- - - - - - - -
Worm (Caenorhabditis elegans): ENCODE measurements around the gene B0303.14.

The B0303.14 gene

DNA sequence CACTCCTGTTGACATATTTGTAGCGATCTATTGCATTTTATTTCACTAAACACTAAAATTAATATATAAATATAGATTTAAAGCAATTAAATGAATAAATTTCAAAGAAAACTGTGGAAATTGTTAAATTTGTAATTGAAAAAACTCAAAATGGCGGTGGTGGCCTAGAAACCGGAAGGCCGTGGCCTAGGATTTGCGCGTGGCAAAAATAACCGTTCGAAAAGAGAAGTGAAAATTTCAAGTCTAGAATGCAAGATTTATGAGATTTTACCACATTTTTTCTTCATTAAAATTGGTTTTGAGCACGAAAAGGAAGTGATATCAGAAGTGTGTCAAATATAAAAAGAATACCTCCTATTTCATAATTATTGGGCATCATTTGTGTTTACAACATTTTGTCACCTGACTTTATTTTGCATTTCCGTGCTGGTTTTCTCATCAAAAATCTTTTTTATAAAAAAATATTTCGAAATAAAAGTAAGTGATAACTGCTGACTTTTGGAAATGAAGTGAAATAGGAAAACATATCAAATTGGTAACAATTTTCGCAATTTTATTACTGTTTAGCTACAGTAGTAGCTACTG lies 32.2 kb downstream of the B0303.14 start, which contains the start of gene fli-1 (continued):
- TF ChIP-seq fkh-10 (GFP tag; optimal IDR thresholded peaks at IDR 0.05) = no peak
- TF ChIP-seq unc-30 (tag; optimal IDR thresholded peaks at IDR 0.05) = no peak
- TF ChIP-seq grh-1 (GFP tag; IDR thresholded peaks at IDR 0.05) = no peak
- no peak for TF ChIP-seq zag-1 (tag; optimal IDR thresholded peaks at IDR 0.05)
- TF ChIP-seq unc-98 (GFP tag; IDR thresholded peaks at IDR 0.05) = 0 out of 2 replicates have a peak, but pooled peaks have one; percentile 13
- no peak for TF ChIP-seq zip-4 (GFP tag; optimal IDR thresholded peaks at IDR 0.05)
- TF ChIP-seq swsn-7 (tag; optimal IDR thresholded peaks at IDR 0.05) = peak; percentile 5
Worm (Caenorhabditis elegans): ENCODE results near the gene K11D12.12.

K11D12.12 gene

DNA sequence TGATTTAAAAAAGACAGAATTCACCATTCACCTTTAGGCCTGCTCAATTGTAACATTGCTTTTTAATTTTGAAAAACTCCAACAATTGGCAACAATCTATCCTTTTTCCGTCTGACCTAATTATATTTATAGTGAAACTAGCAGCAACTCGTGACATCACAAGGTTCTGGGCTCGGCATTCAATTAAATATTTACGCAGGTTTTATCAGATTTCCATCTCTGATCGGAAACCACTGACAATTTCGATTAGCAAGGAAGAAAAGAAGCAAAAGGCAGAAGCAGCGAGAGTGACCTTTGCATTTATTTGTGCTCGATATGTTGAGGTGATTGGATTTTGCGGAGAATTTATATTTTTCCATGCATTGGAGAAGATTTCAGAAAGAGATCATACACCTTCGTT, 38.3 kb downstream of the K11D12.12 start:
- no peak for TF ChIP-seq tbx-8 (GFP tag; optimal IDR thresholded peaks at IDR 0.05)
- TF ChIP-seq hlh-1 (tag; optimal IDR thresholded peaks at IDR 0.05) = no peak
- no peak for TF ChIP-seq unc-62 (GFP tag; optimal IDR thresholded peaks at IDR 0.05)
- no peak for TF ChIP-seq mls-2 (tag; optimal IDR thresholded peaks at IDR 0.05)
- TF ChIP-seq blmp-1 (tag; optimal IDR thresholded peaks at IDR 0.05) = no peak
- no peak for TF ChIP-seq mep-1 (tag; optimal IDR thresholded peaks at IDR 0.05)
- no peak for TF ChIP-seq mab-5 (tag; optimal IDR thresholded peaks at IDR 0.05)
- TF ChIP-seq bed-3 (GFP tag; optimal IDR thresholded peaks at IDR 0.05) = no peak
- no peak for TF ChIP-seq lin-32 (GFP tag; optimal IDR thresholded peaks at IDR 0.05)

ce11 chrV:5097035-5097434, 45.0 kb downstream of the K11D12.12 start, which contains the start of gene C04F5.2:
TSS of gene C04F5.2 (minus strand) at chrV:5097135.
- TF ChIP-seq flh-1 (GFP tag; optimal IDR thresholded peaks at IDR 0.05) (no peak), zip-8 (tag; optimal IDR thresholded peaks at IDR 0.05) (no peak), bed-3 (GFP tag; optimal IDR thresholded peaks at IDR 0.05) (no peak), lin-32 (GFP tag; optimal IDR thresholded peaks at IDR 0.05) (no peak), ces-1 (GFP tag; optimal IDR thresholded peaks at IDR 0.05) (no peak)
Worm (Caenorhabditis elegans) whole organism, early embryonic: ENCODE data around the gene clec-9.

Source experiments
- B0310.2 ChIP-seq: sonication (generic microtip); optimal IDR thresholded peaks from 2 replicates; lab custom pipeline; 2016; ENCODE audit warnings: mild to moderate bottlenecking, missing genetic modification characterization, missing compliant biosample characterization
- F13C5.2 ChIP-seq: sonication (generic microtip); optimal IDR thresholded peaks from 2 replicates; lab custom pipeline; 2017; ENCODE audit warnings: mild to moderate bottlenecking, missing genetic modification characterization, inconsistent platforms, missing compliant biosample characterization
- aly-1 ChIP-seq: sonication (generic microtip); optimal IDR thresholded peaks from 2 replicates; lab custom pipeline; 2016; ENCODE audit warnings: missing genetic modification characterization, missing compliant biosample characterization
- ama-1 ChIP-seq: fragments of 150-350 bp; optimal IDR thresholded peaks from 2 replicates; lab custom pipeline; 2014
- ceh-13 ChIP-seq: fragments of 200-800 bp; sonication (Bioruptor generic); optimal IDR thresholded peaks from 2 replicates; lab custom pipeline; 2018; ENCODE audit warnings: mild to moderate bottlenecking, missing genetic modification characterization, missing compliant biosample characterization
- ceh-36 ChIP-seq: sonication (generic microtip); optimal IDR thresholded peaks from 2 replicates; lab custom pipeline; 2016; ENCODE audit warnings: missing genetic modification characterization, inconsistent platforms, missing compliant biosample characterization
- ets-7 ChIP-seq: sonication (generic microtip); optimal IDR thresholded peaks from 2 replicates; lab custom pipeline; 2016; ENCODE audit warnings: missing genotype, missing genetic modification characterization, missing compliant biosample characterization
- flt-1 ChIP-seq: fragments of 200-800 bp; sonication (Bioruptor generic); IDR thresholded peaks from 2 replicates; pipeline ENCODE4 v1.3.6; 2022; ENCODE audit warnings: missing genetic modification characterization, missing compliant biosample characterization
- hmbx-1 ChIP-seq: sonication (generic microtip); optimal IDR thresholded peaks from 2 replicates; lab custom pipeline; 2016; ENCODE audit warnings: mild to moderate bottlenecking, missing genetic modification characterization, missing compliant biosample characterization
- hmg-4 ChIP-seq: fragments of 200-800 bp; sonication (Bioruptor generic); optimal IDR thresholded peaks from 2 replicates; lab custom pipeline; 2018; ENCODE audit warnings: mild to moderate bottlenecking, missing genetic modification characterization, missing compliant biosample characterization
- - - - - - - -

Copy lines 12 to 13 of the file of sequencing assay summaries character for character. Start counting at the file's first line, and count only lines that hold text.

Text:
K11D12.12 gene

DNA sequence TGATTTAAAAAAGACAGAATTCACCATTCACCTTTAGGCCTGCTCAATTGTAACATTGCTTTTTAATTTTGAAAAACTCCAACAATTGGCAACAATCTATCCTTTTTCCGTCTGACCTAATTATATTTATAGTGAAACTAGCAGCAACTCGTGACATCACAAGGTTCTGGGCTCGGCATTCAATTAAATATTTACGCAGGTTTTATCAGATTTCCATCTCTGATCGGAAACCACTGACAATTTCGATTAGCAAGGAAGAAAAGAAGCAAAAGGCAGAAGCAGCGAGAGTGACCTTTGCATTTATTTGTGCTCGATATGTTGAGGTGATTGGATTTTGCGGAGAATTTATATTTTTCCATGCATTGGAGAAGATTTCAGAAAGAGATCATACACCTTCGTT, 38.3 kb downstream of the K11D12.12 start: